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Colored WhiteTranscending the Racial Past$
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David Roediger

Print publication date: 2002

Print ISBN-13: 9780520233416

Published to California Scholarship Online: March 2012

DOI: 10.1525/california/9780520233416.001.0001

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PRINTED FROM CALIFORNIA SCHOLARSHIP ONLINE (www.california.universitypressscholarship.com). (c) Copyright University of California Press, 2021. All Rights Reserved. An individual user may print out a PDF of a single chapter of a monograph in CALSO for personal use.date: 23 September 2021

“Hertz, Don’t It?” White “Colorblindness” and the Mark(et)ings of O. J. Simpson

“Hertz, Don’t It?” White “Colorblindness” and the Mark(et)ings of O. J. Simpson

Chapter:
(p.68) 5 “Hertz, Don’t It?” White “Colorblindness” and the Mark(et)ings of O. J. Simpson
Source:
Colored White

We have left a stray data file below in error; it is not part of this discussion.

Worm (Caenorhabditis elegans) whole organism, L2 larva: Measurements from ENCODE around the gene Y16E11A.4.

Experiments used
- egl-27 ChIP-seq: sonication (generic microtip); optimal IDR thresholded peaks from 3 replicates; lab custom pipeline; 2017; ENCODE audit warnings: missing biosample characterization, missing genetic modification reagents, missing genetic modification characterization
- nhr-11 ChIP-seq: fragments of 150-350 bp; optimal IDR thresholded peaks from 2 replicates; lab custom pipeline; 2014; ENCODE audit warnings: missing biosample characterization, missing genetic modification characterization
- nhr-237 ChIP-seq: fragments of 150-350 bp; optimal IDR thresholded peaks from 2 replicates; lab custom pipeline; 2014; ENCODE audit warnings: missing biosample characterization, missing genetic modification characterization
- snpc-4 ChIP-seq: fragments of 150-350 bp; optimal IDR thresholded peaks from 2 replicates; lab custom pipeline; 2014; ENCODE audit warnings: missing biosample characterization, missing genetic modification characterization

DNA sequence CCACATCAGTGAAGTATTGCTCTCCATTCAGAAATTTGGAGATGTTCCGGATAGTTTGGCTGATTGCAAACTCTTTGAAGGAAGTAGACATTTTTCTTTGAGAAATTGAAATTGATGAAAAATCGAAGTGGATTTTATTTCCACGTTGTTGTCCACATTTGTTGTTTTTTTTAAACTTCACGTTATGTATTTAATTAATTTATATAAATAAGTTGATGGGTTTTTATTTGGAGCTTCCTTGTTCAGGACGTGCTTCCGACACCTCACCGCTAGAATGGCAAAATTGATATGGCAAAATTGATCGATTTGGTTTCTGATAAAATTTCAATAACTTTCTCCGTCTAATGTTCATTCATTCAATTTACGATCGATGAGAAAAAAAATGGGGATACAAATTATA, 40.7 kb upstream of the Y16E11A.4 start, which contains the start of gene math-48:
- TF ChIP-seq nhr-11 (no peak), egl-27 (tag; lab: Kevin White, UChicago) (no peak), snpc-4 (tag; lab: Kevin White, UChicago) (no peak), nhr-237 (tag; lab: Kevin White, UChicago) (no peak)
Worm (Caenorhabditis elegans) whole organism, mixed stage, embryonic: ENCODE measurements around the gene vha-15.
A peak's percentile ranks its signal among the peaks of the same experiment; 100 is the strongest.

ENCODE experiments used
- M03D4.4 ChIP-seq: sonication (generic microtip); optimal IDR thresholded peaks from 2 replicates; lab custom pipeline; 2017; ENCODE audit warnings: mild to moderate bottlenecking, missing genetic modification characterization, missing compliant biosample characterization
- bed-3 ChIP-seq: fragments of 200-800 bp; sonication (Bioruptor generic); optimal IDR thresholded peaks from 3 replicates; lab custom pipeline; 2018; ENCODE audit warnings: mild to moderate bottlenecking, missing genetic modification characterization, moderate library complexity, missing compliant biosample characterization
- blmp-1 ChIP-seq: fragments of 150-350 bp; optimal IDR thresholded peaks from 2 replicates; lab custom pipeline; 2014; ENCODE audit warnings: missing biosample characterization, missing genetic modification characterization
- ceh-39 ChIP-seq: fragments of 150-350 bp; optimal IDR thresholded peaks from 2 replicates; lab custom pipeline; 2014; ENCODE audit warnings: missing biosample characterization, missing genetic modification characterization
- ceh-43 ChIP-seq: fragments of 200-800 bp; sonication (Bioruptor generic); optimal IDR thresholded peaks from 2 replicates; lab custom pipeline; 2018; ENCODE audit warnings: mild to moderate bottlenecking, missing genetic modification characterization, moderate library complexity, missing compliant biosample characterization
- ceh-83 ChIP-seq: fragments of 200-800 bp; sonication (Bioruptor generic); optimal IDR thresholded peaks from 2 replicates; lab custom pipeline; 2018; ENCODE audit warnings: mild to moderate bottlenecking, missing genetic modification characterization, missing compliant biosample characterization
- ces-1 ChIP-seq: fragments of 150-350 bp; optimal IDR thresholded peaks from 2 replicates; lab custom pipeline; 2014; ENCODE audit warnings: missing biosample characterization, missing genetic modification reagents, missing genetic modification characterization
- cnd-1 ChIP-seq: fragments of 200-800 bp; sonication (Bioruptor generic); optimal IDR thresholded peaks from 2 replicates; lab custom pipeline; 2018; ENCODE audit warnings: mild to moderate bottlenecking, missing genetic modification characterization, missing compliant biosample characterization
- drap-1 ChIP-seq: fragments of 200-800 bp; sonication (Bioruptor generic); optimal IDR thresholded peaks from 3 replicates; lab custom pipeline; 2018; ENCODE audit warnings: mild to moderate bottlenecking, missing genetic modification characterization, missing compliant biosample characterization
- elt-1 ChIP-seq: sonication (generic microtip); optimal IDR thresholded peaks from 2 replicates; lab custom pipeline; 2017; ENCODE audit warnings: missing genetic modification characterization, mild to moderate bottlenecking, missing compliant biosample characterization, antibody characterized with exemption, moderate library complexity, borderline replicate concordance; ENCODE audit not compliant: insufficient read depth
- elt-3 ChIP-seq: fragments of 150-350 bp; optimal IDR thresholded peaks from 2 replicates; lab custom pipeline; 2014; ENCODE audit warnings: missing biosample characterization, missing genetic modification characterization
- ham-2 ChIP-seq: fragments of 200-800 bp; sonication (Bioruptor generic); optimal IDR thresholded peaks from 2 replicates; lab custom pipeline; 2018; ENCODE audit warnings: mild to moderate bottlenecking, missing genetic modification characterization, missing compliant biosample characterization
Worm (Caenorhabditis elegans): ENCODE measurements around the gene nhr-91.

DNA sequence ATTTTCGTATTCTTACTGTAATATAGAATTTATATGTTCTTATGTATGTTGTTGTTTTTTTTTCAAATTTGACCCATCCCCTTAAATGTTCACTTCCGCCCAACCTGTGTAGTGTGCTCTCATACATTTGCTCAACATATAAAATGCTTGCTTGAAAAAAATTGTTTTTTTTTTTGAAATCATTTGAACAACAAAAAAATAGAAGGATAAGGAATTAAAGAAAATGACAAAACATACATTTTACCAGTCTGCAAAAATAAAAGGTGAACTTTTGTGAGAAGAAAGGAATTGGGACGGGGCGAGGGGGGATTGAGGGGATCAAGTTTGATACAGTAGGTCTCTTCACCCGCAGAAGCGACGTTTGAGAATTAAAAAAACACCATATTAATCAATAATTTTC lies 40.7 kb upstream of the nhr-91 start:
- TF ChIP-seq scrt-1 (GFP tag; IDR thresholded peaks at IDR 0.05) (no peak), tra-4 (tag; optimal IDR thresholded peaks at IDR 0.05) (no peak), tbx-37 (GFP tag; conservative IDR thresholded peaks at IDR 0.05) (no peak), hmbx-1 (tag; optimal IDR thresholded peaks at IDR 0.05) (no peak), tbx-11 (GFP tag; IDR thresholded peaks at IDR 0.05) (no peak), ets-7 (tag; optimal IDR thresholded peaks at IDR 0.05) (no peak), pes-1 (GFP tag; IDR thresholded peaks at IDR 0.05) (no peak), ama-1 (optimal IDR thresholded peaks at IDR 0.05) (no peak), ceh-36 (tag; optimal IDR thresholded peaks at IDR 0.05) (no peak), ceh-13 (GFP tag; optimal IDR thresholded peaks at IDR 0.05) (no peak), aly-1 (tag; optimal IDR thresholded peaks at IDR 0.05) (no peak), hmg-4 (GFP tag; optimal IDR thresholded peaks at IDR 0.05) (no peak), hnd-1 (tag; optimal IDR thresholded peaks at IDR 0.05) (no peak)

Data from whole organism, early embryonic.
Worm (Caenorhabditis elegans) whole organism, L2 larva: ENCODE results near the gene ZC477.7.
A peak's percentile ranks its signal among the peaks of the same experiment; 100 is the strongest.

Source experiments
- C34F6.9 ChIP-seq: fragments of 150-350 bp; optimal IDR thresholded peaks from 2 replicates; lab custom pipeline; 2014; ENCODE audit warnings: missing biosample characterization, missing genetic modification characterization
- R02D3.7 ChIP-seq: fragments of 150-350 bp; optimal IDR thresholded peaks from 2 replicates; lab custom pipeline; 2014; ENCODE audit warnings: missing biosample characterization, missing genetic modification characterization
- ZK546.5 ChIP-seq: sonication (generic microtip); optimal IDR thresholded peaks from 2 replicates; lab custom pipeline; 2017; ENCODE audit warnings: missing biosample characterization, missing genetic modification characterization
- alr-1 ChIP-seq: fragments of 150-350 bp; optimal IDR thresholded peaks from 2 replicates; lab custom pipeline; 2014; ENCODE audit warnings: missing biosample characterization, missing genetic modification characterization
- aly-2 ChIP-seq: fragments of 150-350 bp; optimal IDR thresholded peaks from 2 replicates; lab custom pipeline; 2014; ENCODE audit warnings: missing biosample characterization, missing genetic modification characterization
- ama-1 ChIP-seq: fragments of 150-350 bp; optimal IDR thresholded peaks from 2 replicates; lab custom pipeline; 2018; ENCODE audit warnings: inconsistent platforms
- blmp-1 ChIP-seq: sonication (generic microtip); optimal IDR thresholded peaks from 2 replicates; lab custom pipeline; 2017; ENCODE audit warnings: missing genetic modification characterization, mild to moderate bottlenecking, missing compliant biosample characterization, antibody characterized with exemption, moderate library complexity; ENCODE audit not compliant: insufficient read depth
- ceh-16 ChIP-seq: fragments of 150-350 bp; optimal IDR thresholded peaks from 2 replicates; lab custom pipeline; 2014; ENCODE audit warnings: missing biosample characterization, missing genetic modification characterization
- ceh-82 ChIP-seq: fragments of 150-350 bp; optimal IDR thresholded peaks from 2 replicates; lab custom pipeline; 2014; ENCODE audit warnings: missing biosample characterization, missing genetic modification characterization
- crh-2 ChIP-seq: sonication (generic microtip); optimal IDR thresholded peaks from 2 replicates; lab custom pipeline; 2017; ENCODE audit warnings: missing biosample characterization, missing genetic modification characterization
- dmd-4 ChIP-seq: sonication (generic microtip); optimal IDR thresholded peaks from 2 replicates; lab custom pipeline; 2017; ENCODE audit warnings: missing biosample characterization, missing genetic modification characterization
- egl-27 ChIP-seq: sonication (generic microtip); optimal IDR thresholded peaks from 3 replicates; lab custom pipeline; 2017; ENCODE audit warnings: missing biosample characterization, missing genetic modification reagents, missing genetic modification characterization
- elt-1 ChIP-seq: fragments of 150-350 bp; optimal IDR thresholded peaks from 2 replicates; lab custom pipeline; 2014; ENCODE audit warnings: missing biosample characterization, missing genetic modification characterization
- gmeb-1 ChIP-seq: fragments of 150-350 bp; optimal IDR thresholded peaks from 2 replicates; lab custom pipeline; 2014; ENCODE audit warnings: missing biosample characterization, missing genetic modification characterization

Author(s):

Leola Johnson

Publisher:
University of California Press
DOI:10.1525/california/9780520233416.003.0005

This chapter explores the role of race and the claim of “colorlessness” in O. J. Simpson's life largely prior to the 1994 murders of Nicole Brown Simpson and Ronald Goldman. It seeks to understand why Simpson became the first black sports star to crossover in a big way from athletic hero to corporate spokesman and media personality. Then, it considers the pre-1994 realities as critical in their own right, murders and trials aside. Simpson, profiting greatly from the increased use of slow-motion photography in sports, did successfully cultivate public interest in his style, which he linked to African American expressive behavior. An examination of Simpson, gender, and race that extends beyond the coverage of sports and forward to the present is offered. Simpson's crossover success offered white viewers the opportunity to sit in judgment of Black manliness at the same moment when they claimed to have gotten past racial thinking.

Keywords:   colorlessness, O. J. Simpson, Nicole Brown Simpson, Ronald Goldman, corporate spokesman, media personality, gender, race, slow-motion photography, sports

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